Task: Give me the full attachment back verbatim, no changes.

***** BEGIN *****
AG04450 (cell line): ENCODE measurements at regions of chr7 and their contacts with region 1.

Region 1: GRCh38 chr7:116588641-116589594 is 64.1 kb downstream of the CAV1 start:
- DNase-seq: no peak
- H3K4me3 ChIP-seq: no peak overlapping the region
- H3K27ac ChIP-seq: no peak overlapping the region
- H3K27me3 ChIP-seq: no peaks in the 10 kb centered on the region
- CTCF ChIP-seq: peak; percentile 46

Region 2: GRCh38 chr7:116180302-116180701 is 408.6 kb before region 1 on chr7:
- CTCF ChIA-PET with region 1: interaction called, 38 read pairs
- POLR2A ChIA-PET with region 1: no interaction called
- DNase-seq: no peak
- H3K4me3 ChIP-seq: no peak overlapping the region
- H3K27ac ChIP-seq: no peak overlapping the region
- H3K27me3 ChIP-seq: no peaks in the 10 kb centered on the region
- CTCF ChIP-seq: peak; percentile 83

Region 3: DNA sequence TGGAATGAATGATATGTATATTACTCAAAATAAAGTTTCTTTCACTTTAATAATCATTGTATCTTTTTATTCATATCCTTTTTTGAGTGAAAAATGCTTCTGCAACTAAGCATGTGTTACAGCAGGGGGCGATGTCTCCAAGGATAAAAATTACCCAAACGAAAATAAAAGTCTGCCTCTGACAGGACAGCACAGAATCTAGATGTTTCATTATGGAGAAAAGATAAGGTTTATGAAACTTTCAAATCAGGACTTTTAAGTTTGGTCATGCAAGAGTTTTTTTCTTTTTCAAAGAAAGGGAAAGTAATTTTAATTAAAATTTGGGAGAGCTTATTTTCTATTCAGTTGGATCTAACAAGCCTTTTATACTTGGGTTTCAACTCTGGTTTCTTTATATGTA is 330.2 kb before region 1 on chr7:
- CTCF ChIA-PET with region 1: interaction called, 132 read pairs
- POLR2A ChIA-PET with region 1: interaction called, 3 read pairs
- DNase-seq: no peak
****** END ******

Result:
AG04450 (cell line): ENCODE measurements at regions of chr7 and their contacts with region 1.

Region 1: GRCh38 chr7:116588641-116589594 is 64.1 kb downstream of the CAV1 start:
- DNase-seq: no peak
- H3K4me3 ChIP-seq: no peak overlapping the region
- H3K27ac ChIP-seq: no peak overlapping the region
- H3K27me3 ChIP-seq: no peaks in the 10 kb centered on the region
- CTCF ChIP-seq: peak; percentile 46

Region 2: GRCh38 chr7:116180302-116180701 is 408.6 kb before region 1 on chr7:
- CTCF ChIA-PET with region 1: interaction called, 38 read pairs
- POLR2A ChIA-PET with region 1: no interaction called
- DNase-seq: no peak
- H3K4me3 ChIP-seq: no peak overlapping the region
- H3K27ac ChIP-seq: no peak overlapping the region
- H3K27me3 ChIP-seq: no peaks in the 10 kb centered on the region
- CTCF ChIP-seq: peak; percentile 83

Region 3: DNA sequence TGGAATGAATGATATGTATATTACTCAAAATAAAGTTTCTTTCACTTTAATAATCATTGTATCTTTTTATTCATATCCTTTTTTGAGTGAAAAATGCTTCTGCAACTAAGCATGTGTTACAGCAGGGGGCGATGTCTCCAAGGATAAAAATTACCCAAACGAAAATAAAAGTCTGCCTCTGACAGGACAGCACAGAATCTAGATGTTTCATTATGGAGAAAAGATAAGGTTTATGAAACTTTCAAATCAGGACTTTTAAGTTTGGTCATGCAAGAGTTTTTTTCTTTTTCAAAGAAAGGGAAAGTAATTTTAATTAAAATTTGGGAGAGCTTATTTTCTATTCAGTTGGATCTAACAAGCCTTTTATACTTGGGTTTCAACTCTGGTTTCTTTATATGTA is 330.2 kb before region 1 on chr7:
- CTCF ChIA-PET with region 1: interaction called, 132 read pairs
- POLR2A ChIA-PET with region 1: interaction called, 3 read pairs
- DNase-seq: no peak